Shortly after Mayor Eric Garcetti took office earlier this year, he replaced four members of the Fire Department Commission, and Chief Brian Cummings agreed to step down prior to his scheduled retirement next year.

    James Featherstone,head of LA's Emergency Management Dept, is currently in charge on an interim basis while the city conducts a personnel search for a new permanent Chief Engineer. At the same time, the city has also retained a consulting firm to research practices at other major departments.

    Its report is due at the end of January.

    "We really have to look at restoring financially the fire department, and then re-tooling and doing it better." Englander said.

    Actual fire fighting constitutes only a small fraction of what the department does. The majority of responses are for medical emergencies.

    Mayor Garcetti has praised the department for its personnel and potential, "but in many fundamental ways is broken."

    Among various suggestions to cut costs, the department is considering replacing firefighter dispatchers with civilians. In opposition to "civilianizing," the firefighters union says they bring a level of expertise that can make a difference in emergencies.

    Lima contends that the department's ills could largely be cured by funding to restore the station resources that were eliminated in the budget cutting since 2009.

    Some stations lost engine companies, and in some cases, Lima believes that has impaired the department's response to emergencies, including an Echo Park apartment fire in which two residents died last week. The newly reconstituted fire commission is urging the City Council to add $52 million to the department's budget.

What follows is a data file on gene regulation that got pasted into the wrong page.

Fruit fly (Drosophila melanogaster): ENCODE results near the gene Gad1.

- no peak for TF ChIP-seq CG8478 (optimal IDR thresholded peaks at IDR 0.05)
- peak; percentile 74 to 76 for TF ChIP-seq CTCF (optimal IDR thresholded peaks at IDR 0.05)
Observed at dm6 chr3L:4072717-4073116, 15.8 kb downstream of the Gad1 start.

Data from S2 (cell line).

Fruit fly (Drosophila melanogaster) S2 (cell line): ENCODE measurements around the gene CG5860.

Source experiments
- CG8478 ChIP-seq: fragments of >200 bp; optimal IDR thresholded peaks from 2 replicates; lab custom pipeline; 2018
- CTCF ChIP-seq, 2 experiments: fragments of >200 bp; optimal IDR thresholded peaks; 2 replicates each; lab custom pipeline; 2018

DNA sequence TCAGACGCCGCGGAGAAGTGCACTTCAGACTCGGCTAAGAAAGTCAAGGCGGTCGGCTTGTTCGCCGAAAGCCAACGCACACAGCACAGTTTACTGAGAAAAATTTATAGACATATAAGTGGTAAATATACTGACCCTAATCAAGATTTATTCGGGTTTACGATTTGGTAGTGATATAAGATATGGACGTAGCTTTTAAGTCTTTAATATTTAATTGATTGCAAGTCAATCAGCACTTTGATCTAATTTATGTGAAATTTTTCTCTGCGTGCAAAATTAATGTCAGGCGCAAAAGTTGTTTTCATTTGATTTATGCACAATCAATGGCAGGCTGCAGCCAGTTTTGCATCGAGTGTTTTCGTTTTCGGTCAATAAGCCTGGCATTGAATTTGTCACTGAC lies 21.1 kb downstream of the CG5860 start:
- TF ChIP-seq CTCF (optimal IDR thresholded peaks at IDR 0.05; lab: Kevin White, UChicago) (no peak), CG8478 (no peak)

"Doing more with less is an impossibility," Featherstone has said. Where that kind of budget increase can be found is not clear.

    Englander noted that in the coming fiscal year, the city faces a "structural deficit" on the order of a quarter billion dollars.

    Undeterred, those assigned to get the fire academy running again express their commitment to high standards and training for the next generation of firefighters.

    Since the last class in 2009, the coursework will be expanded two weeks, and will include "more scenario based training," said Battalion Chief Steve Hissong, the Recruit Sector Commander. There will also be a course focused on character and ethical decision making, he said. Where possible, to reduce department costs, available state funding has been obtained for equipment.

    What is clear is that, despite LAFD's challenges, it was flooded with applicants. The nearly ten thousand who took the written test were winnowed down to 965 for the final round of selection, all already having obtained emergency medical (EMT) certification.

    "The competition is tremendous," Hissong said. "We're trying to pick the best."

    The 965 have let to learn who among them will make the list of 70 chosen, along with five alternates. Those who don't make the first class will remain eligible to be considered for later classes.